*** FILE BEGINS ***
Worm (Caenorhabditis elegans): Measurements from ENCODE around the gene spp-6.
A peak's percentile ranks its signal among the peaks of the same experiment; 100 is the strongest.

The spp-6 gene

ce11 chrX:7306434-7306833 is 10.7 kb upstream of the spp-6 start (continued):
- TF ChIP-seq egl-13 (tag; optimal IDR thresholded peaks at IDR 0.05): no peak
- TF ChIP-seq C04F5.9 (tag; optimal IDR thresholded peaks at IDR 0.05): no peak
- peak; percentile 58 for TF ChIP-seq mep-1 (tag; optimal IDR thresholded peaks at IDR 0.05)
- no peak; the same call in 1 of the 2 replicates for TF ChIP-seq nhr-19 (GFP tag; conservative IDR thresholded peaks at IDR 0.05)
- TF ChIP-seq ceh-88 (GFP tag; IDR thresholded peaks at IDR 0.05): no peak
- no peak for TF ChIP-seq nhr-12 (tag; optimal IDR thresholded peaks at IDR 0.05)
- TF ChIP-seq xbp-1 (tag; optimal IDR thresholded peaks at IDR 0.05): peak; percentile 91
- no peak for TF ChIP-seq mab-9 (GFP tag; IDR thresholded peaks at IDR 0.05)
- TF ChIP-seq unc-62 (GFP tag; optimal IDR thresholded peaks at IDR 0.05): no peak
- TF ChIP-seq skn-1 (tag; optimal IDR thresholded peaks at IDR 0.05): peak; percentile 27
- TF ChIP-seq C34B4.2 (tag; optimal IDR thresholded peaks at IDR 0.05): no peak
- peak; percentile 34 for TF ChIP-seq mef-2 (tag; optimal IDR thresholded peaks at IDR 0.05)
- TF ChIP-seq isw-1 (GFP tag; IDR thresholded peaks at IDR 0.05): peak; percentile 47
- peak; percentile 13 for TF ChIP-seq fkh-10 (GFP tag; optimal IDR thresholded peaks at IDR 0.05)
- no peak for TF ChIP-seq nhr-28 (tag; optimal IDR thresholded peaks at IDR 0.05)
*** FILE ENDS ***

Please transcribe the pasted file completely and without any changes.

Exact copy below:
Worm (Caenorhabditis elegans): Measurements from ENCODE around the gene spp-6.
A peak's percentile ranks its signal among the peaks of the same experiment; 100 is the strongest.

The spp-6 gene

ce11 chrX:7306434-7306833 is 10.7 kb upstream of the spp-6 start (continued):
- TF ChIP-seq egl-13 (tag; optimal IDR thresholded peaks at IDR 0.05): no peak
- TF ChIP-seq C04F5.9 (tag; optimal IDR thresholded peaks at IDR 0.05): no peak
- peak; percentile 58 for TF ChIP-seq mep-1 (tag; optimal IDR thresholded peaks at IDR 0.05)
- no peak; the same call in 1 of the 2 replicates for TF ChIP-seq nhr-19 (GFP tag; conservative IDR thresholded peaks at IDR 0.05)
- TF ChIP-seq ceh-88 (GFP tag; IDR thresholded peaks at IDR 0.05): no peak
- no peak for TF ChIP-seq nhr-12 (tag; optimal IDR thresholded peaks at IDR 0.05)
- TF ChIP-seq xbp-1 (tag; optimal IDR thresholded peaks at IDR 0.05): peak; percentile 91
- no peak for TF ChIP-seq mab-9 (GFP tag; IDR thresholded peaks at IDR 0.05)
- TF ChIP-seq unc-62 (GFP tag; optimal IDR thresholded peaks at IDR 0.05): no peak
- TF ChIP-seq skn-1 (tag; optimal IDR thresholded peaks at IDR 0.05): peak; percentile 27
- TF ChIP-seq C34B4.2 (tag; optimal IDR thresholded peaks at IDR 0.05): no peak
- peak; percentile 34 for TF ChIP-seq mef-2 (tag; optimal IDR thresholded peaks at IDR 0.05)
- TF ChIP-seq isw-1 (GFP tag; IDR thresholded peaks at IDR 0.05): peak; percentile 47
- peak; percentile 13 for TF ChIP-seq fkh-10 (GFP tag; optimal IDR thresholded peaks at IDR 0.05)
- no peak for TF ChIP-seq nhr-28 (tag; optimal IDR thresholded peaks at IDR 0.05)